Health and Wellbeing, Parenting, Sponsored

4 ways to still be a family when you’re separated

February 26, 2016
how to still be a family when you're separated


*This is a sponsored post. All ideas are my own, all suggestions are just what works for my family**

I’m going to begin this post by saying how pants splitting up a marriage is.

Obviously, everybody’s circumstances are different, everyone’s fears and struggles are different, and everyone’s reason for ending their marriage, are different.

I’m writing these ways to still be a family when you’re separated assuming that your situation is safe, your children are safe, and you just can’t get along with your partner any longer.

When I realised my marriage wasn’t going to work, one of my biggest sorrows was that my children wouldn’t have a nice tidy nuclear family, but it’s no longer uncommon for marriages to end, and families to be split.

When my ex-husband and I discussed it and put aside all of our hurt and disappointment relating to our marriage breakdown we knew that the children’s feeling of stability was a paramount concern for both of us, so we needed to work hard in order to allow them to still feel like they were part of a family unit although we were no longer together.

When you love someone enough to marry them and have kids with them, over time you learn each other’s trigger points and it’s easy, and sometimes mildly satisfying, to poke them with a red hot iron but as with most conflict, it’s often better to walk away and process stuff logically rather than being reactionary.

Share a meal together regularly

Whether it’s birthdays or holidays, or just an organised family meal together once a month, it’s important to all spend time together as a family unit, if you can. You don’t have to be BFFs but be civil and pleasant and show your kids that although you may not live together any longer, you are both still friends and you enjoy spending time with the kids all together as a family.

This not only helps your kids still feel part of a family unit, but it also models for them how to behave when they break up with boyfriends or partners in the future.

Remember we are our kids biggest examples of human behavior, so we need to lead by example of good, well-adjusted, non-freaky human behaviour.

Do not fight or discuss your relationship issues in front of the kids 

Because you know each other so well, and then you separate, it’s likely that a)can push each other’s buttons or b)still have issues that make you nuts, so be mindful not to fight about things in front of the children. Your children are your joint beating heart, so why would you want to hurt them by involving them in your issues?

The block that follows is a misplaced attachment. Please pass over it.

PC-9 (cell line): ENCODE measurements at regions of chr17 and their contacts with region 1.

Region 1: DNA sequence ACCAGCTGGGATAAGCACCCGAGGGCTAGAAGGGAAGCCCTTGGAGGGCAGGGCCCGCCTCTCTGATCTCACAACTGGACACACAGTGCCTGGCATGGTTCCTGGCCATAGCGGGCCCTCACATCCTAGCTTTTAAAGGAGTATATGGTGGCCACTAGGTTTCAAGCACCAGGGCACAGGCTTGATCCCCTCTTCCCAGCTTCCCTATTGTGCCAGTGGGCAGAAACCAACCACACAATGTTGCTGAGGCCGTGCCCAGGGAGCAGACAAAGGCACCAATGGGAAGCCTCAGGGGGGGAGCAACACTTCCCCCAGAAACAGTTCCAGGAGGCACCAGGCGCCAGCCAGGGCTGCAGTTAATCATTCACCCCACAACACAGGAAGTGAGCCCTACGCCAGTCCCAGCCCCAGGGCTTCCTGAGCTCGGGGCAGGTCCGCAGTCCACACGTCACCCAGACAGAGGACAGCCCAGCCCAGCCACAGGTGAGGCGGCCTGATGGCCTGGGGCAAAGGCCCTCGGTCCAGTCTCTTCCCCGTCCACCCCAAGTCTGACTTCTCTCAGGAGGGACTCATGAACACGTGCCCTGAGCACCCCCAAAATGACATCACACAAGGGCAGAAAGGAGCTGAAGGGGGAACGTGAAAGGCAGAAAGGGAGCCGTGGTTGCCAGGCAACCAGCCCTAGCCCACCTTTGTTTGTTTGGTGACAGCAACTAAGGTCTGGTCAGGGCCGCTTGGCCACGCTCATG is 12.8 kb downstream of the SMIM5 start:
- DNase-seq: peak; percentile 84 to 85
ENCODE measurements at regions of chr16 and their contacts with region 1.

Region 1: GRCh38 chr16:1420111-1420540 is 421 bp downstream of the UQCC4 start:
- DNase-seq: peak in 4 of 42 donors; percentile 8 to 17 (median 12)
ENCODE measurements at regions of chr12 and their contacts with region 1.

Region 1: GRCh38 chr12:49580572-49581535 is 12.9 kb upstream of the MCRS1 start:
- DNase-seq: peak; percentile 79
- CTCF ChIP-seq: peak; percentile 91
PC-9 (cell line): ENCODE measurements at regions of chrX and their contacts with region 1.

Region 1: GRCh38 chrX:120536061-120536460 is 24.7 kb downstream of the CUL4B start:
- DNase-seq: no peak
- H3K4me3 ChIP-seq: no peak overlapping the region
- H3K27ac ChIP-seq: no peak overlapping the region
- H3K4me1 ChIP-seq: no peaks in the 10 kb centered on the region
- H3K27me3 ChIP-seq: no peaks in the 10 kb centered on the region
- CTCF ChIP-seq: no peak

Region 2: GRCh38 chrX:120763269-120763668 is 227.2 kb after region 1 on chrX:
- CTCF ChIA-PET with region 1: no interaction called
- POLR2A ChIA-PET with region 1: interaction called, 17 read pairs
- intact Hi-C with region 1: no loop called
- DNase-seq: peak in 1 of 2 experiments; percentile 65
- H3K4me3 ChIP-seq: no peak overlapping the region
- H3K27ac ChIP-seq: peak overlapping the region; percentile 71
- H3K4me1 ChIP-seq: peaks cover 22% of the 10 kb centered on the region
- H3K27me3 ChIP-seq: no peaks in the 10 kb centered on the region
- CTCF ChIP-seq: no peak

It’s ok to still have unresolved issues that you’re trying to work through, and it’s probably likely that sometimes things come up and tempers flare because you broke up for a reason, right? But it’s better to walk away, step away from the button pushing when your blood rises and speak about it later when kids aren’t around.

I find email is a good way not to lose my cool over an issue that makes me to still be a family when you're separated

Go as a family to an event the kids will enjoy

If there is a particular movie or stage show the kids are interested, go all together sometimes. Grab an ice cream after. It’s only a few hours and then you can go your separate ways again but it will give the kids a sense of fun surrounding the family unit. They will have happy memories of doing nice things tougher even though you’re no longer living in the same house.

Be a united front at school

If there are special school events, first days, teacher meetings, it’s important that both parents show an interest and the children know that you are both there and invested in their social life and academic life. The same goes for extracurricular activities. Both of you should be there to cheer and clap.

You don’t have to hug or high five if you don’t fancy it, just let your kids see you there and know that you are both there for them.

The Australian parenting website, Raising Children Network, is a fantastic resource website packed full of information about childrearing. Whether you’re looking for information on how to set up a balanced co-parenting schedule, or helping your children adjust to two homes after separation there is a wealth of information so you needn’t navigate the murky waters alone.

Bear in mind that my “family time” did not happen immediately, and to be honest, sometimes it goes completely pear shape and we need to start back at the beginning and remember why we’re doing it, but as with everything worthwhile in life perseverance, patience and love will get you there in the end.

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1 Comment

  • Reply Glen February 26, 2016 at 10:31 am

    The world would be a much better place if all parents could take this approach. Another very positive article on a very delicate situation. Awesome!

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